With the Bad Economy and the High Tuition Fees, Today’s Hypersexualized Students are Gradually Turning into Prostitutes
The oldest profession in the world is becoming the job of choice for some students across the world, using a variety of means to advertise themselves.  Numbers have been increasing for several years, with calls to the English Collective of Prostitutes trebling since 2011. The organisation, which aims to legalise prostitution and campaigns for workers in the sex industry and is a frequent port of call for those with concerns, has said that since fees went up in 2012 that their phone lines have had “unprecedented” levels of traffic.  The rise in fees which will see some students graduate with projected debts of up to £53,000 at the end of their course is being blamed for persuading young women and men to take up pole dancing, escort work or even prostitution.  Experts say that university welfare officers are largely ignorant of the growing phenomenon and poorly equipped to deal with issues arising from young people’s involvement.   The website Craigslist exhibits many adverts, with a lot claiming to be from students. Postings and replies can be made with nothing more than an email address to identify the user. 
Research by Dr Ron Roberts, of the University of Kingston, published in 2010 suggested that one in four students know someone who had worked in the sex industry to fund their studies – up from three per cent in 1990. Dr Roberts found 16 per cent would consider working in the industry while more than one in 10 were open to the idea of being an escort.   The number of university students who know someone who has worked in the sex industry to fund their studies has gone up from “3% to 25% in 10 years”.  Dr Roberts said high tuition fees had driven students to work as lap dancers and for chat lines and internet pornography.  Although his survey was conducted at one London university, he said the rest of his research had found these findings were indicative of the entire country, particularly in urban areas. He attributed this to the rising level of student debt and the proliferation of lap dancing clubs. “Sexual imagery is everywhere. The middle classes are now kind of entering sex work and seeing it as a viable career path. The whole moral climate has altered substantially,” he said.  Dr Roberts blamed tuition fees for the rise in students undertaking such work and accused universities of “burying their heads in the sand”.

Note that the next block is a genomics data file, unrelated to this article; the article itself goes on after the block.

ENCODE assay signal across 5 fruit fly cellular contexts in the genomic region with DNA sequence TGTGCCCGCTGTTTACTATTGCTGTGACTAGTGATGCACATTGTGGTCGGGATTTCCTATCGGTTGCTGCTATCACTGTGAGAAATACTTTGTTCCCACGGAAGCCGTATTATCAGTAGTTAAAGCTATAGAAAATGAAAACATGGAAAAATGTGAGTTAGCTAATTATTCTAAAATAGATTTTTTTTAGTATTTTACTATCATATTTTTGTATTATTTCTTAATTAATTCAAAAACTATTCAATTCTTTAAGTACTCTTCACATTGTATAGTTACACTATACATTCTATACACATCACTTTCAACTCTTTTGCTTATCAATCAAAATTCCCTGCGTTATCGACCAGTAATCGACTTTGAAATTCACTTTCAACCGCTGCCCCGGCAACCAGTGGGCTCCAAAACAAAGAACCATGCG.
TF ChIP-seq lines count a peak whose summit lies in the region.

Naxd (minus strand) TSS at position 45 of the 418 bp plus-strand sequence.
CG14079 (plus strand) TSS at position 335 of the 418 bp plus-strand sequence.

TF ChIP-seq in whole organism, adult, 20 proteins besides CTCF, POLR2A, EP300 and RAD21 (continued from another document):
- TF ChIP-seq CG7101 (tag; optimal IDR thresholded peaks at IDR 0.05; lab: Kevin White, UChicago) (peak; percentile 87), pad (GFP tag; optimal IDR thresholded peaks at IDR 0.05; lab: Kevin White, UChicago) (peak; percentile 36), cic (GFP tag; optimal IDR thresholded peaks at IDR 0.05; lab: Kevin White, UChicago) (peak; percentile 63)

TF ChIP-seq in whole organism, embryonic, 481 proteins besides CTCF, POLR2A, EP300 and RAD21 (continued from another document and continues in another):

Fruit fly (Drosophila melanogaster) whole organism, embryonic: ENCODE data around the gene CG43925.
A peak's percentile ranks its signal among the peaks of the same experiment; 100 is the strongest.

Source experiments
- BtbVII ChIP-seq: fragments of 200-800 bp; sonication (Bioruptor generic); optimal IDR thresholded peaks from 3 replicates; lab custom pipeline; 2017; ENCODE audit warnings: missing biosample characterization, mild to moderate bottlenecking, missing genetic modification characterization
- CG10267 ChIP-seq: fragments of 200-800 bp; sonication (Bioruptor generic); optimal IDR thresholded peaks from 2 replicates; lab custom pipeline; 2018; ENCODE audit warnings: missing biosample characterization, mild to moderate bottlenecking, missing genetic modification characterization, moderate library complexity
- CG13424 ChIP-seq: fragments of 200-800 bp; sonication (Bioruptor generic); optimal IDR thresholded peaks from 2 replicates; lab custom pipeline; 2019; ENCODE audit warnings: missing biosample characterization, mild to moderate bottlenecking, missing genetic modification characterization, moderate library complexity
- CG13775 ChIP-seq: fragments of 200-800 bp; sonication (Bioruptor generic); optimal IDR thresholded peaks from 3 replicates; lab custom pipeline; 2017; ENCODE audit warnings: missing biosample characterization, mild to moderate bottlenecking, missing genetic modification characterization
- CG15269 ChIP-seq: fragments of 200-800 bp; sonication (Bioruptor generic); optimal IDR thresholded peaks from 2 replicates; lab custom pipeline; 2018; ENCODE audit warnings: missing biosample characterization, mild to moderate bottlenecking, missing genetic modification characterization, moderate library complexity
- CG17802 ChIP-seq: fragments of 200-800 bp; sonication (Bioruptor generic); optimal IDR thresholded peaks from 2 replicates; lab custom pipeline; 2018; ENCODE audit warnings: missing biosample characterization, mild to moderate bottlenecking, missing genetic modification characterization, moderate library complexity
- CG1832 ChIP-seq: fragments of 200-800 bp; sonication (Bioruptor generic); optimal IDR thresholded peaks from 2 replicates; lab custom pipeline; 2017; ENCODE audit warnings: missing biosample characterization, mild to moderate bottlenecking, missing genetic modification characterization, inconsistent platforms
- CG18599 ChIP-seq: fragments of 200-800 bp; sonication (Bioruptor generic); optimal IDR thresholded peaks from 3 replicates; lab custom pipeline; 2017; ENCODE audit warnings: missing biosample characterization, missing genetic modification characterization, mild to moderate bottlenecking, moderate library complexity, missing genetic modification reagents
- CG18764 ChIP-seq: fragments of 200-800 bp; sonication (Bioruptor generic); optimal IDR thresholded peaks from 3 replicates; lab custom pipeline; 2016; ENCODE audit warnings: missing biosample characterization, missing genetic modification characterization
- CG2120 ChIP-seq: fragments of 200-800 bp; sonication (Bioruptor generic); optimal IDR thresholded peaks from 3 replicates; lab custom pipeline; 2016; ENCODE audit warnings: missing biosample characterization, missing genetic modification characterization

Research by Teela Sanders and Kate Hardy, of the University of Leeds, found that a quarter of lap dancers had a degree whilst a third of the women they interviewed were using the job to fund new forms of training. The first academic research project into lap dancing has found that, rather than being uneducated young women who have been coerced into the industry, one in four dancers has a degree and has been attracted by the money.  Strippers take home an average of £232 per shift – or £48,000 a year – after paying commission and fees to the club where they work.  Aspiring actresses, models and artists used exotic dancing as a career strategy which fitted alongside their other work, training or studies. Unemployed new graduates – mainly with arts degrees – were also dancing because they could not find graduate jobs and found that lap dancing paid much better than bar work.  Interestingly enough, the study found the vast majority of dancers reported high rates of job satisfaction.  The main attraction of the work was the flexibility it offered to combine different work options and studying.  The preliminary findings of the year-long study, which will include interviews with 300 dancers, reveal that all the women interviewed had finished school and gained some qualifications. Most (87 per cent) had at least completed a further education course, while one in four had undergraduate degrees. Just over one in three dancers were in some form of education, with 13.9 per cent using dancing to help fund an undergraduate degree, 6.3 per cent to help fund a postgraduate degree, and 3.8 per cent using it to fund further education courses. Some women begin dancing after graduating from university and not being able to find work. The researchers found arts degree graduates were most likely to report that they had turned to dancing after being unable to find other work. Others used dancing to provide a more steady and reliable income when working in more unstable arts jobs.